Tuesday, April 14, 2009

Five Americans in Paris

We had a terrific Easter holiday in Paris.  It was our first time visiting France and our first time to leave Germany since arriving here in February.  Traveling by train was incredibly easy and super fast.  I uploaded to my facebook a snapshot of the kids on the ICE - we were traveling at 315km (196mph) and indeed it felt like any moment we should be wheels up and taking off!  Such terrific circumstances that we only had a 5min walk from the house to the nearest train station that we could make our connection.  I hope any visitors that come our way and who wish to visit Paris will decide to take the train (you know who you are *elbow in the ribs*).

When we arrived close to 5pm, none of us felt like an urban walkabout with our backpacks.  However, there wasn't a taxi large enough for five passengers at Gare de L'est (the train station), so we opted for the metro.  Talk about super easy!  We used the Le Metropolitain and RER the entire time we were there.  Navigating our way about the city was incredibly user-friendly.  The underground system reminded us of the metro system in DC - just larger and not once did we get lost or feel unsafe.  btw - we ran into a pair of LDS sister missionaries; it was terrific to give'm a shoutout as they went about their work.

Our hotel was conveniently located in a residential neighborhood which had a metro stop barely 100 meters away (the Wagram stop on line 3).  At the same time, it was but a 1.2km walk to the Arc de Triomphe.  Talk about sensational!  After dark, it was lit beautifully ... and crowded.  whew!  We didn't go anywhere that wasn't crawling with people, but that was expected.

We saw and did so many things, I'm not sure what to include in my blog or what to leave out (Mona Lisa at the Louvre?, Notre Dame?, etc).  I plan to post a food exposé on our culinary hits (and misses) along with some photos of the dishes we sampled... everything from pink cotton candy at the Eiffel Tower to the seafood sampler at Le Bar a Huitres Ternes to the crème brulée at Buffalo Bill's.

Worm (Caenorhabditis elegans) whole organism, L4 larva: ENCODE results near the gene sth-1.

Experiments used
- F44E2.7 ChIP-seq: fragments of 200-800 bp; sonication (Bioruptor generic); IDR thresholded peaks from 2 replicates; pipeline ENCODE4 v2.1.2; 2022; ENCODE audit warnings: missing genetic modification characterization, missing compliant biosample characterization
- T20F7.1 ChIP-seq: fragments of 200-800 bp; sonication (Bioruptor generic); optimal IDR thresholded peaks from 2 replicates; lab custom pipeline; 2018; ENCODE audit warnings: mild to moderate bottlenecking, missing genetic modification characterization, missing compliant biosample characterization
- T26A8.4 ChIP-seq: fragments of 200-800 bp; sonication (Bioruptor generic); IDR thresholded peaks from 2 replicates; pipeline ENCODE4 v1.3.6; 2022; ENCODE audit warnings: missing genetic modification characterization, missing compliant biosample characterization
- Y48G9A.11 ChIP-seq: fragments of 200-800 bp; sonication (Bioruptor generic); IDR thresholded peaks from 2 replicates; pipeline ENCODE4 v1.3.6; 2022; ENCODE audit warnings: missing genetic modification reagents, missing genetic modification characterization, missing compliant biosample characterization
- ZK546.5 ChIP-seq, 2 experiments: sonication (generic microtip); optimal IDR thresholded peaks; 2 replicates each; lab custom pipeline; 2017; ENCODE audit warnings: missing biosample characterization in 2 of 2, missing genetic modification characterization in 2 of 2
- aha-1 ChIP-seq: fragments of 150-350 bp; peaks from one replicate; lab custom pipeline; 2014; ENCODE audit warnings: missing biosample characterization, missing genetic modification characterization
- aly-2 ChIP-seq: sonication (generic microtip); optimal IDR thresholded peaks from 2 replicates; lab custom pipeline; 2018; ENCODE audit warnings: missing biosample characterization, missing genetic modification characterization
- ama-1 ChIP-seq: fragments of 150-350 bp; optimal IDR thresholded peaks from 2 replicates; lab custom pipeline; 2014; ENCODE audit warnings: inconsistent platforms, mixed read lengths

We are most grateful to all be home safely and in good health.  On the train heading back home, it occurred to me that I now consider Heidelberg to be my home - even after a few short weeks.  So what makes a home?  I know I need a place to call home, even in this quasi-nomadic lifestyle I've adopted.  For my good friend Sarah, gypsy life has worked ok so far, though I think maybe she's considering unpacking her bags in the new place (at least for now).  

To answer my own question, for me... home is where I'm currently building Zion.  It's where I cook for my people and unpack my books.  It's where the laundry machine churns six days a week and my husband can put up his feet.  Home is the manifestations of the relationships I have with the people I love and call family.

It's a tremendous blessing to travel and see and taste so many wonderful adventures.  It's a privilege to experience lifelong dreams with family.

Home is where it's at.


  1. Wow! This sounds like so much fun! I can't wait to hear more about your adventures and really wish I could be stowed away in your backpack. I think it might even be big enough!

    A wonderful commentary on where home is. No one could have said it better -- "home is where it's at"

  2. I've had so much fun looking through your posts. It sounds and looks like you are having a marvelous time. Easter in Paris!! You are so lucky!

  3. So fun! Are you sure you're not starring in a movie? Easter in Paris?! You are my heroes.

    Yes, I am unpacking--for now. Home is where its at.